– Maria Arendt is talented at working with meanings and projecting her ideas onto textiles. She recently presented a series of works on architecture in the Bauhaus style. She depicted buildings that did not exist in reality on fabric. The work was based on the school’s style and Maria’s own ideas about their aesthetics. The project received a good professional response. I am proud to have works from this series in my collection. Her retrospective was held in October at the MMOMA museum in Moscow. Maria Arendt’s family comprised 33 dynasties. Her grandparents studied at the VKHUTEMAS. One of the projects of the artist is a letter to her ancestors. Some of them are now in my gallery. Many of Maria’s ideas are really moving.
An installation of 43 flat plywood sculptures by Aleksandr Shishkin-Hokusai was one of the first major projects at Elephant&Castle. The author himself came to London and installed the composition on October 10, 2017. It was dedicated to the storming of... the Winter Palace! You can imagine the reaction of the locals... Six months later we were able to show one of the sculptures of this installation at the Victoria and Albert Museum, the country’s main museum. That was possible thanks to our collaboration with the Friends of the Hermitage Foundation in London. A year later, Aleksandr Shishkin-Hokusai represented Russia at the 58th Venice Biennale. I am very close to this artist’s creative methods. I understand his theatrical background (being a set designer at the Bolshoi Theatre) and it resonates with my experience.
Shtager Gallery’s booth at the Start Art Fair at the Saatchi Gallery. Discussing works by Katya Granova and Aleksandr Shishkin-Hokusai with the fair guests. Photo by Tatyana Naiden
I also represent Marina Alekseeva in Great Britain. Her sound video installations in boxes were purchased by Sir Elton John himself during a visit to Marina Gisich Gallery in St. Petersburg. Marina Alekseeva created a special UK-series for us. The characters of it include Boris Johnson and even Harvey Weinstein.
We have been continuing dialogues between Russian and Western artists for several years already. This is a very interesting visual game about looking for meaning. In May, I will show a ceramic sculpture by Katya Kesich, a British artist of Russian origin, for the first time at the Start Art Fair. Her creative activities engaging ceramics and actualizing such a traditional craft art form inspired me very much. I immediately realized that her works are something special that I shouldn’t miss. Last year, we met a unique author from Japan named Yusuke Akamatsu who came to the field of contemporary art from art-house cinema. A week ago, I announced an open call for graduates of London universities whose graduation exhibitions were cancelled because of the pandemic. The works of graduates will occupy a part of our booth at the fair. For many students, exhibiting at Saatchi is a dream that will come true.
I haven’t listed everyone but we will soon finish a new website where you can get to know the artists better and purchase their works immediately.
Shtager Gallery’s booth at the Start Art Fair 2020 at the Saatchi Gallery in front of the Live-Boxes by Marina Alekseeva. Photo by Tatyana Naiden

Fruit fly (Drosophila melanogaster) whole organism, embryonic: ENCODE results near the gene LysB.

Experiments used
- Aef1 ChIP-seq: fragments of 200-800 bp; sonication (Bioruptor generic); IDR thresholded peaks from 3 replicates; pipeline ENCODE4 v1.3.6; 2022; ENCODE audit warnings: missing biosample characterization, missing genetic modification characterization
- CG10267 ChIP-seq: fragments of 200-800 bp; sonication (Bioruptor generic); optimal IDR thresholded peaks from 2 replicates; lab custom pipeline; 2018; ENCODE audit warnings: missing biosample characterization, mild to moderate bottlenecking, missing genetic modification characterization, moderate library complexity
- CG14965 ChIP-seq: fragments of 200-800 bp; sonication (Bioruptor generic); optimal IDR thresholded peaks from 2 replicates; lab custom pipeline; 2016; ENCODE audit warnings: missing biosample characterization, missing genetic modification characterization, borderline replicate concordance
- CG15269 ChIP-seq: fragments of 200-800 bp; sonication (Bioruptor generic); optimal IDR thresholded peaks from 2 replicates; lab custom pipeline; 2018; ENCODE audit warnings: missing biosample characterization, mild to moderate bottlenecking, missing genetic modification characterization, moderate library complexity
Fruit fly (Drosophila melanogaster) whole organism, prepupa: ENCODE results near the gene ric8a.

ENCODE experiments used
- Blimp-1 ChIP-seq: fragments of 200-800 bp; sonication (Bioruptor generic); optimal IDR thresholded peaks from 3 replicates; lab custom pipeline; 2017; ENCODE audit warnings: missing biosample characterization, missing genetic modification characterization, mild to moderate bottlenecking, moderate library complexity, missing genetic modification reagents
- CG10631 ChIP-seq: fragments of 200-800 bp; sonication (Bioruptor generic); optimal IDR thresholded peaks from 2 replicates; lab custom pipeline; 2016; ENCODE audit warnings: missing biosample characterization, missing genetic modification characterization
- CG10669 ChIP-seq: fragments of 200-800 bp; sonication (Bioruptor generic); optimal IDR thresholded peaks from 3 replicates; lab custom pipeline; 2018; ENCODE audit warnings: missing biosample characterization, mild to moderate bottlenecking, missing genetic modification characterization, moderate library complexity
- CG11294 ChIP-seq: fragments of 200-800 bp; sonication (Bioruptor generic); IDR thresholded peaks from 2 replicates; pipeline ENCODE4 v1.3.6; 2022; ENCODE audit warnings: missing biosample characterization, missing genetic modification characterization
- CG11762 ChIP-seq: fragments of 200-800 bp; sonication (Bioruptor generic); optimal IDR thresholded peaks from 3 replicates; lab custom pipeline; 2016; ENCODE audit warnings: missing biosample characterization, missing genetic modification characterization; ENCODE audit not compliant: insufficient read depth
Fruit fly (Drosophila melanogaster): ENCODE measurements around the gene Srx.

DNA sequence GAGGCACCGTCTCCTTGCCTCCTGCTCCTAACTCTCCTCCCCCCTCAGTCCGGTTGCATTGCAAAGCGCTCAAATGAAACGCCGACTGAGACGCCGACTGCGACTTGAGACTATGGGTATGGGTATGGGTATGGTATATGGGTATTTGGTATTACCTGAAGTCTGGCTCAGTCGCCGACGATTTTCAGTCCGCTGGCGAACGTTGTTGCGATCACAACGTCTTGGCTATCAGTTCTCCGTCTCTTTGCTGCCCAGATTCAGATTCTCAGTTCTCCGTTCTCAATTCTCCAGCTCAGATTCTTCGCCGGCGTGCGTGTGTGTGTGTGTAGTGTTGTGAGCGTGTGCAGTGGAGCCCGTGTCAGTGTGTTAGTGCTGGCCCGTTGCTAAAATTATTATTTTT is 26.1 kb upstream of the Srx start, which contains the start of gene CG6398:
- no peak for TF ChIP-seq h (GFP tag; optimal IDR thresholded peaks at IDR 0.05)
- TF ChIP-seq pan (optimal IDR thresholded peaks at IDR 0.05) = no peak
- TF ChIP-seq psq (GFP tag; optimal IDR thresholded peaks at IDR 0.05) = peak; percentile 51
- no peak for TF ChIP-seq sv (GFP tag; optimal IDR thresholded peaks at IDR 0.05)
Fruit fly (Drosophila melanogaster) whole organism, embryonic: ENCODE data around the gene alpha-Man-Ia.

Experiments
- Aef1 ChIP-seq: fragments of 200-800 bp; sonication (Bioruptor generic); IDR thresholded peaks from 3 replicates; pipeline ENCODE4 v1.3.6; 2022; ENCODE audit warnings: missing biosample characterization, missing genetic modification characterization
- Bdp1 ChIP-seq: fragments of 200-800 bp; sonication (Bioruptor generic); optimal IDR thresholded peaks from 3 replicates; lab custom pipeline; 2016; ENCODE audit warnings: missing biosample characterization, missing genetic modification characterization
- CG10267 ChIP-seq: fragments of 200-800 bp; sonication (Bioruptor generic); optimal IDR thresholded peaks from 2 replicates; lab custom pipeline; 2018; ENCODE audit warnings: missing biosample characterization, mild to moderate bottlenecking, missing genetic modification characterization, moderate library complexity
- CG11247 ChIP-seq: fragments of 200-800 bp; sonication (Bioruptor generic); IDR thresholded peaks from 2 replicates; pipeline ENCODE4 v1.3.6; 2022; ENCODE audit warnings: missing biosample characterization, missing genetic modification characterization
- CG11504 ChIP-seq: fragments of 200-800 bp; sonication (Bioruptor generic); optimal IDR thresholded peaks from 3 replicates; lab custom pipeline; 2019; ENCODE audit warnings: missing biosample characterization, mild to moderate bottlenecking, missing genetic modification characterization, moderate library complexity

– What social mission do you set today?
– I would not like to declare great goals. Of course, all gallerists who work with Russian art in the West think about how to make our artists recognized abroad. We do our part as much as we can. However, the gallery is not limited to the walls of the building. My gallery is about establishing communication, supporting creative talent, and looking for meaning. It will be a totally altruistic project in the coming years. However, the feedback from this activity is much more valuable than any money.
– Can peace be preserved through cultural diplomacy?
– This is a question that I have had in my head for a long time. As someone with a fair amount of knowledge and competence, I understand that I have a significant responsibility. I would very much like the luggage of experience that I have to be useful not only for individuals but also for global projects.
Of course, peace can and must be preserved through cultural diplomacy. Strong bridges among countries are built through cultural interaction. It is important to transmit the right values by forming an image of Russia abroad through art. Only small players like myself are doing this today. However, if this approach becomes a principle of a step-by-step programme for showing Russian culture to the Western world without propaganda, a much bigger effect will be achieved. At each of my lecture-walks through the galleries in London, I repeat: we have a wonderful opportunity to experience, the works of Western artists whose art has never been brought to Russia. And now I see the opposite picture from here. In London, people can know Malevich and Kandinsky but they do not know what happened after them in Russian art history. Ilya Kabakov and Abramovich’s five-million ‘Beetle’ come to the minds of average art amateurs after they recall Kandinsky’s name. There is a need for a dialogue between large institutions and major exhibition projects. This would not only promote the work of Russian authors but also change attitudes towards our country and our people.
This publication uses materials by photographers Tatyana Naiden, Lina Kivaka, Valery Atamanyuk, Oleg Kangurov
Viktoria Yezhova, Global Women Media news agency
Translated by Nikolay Gavrilov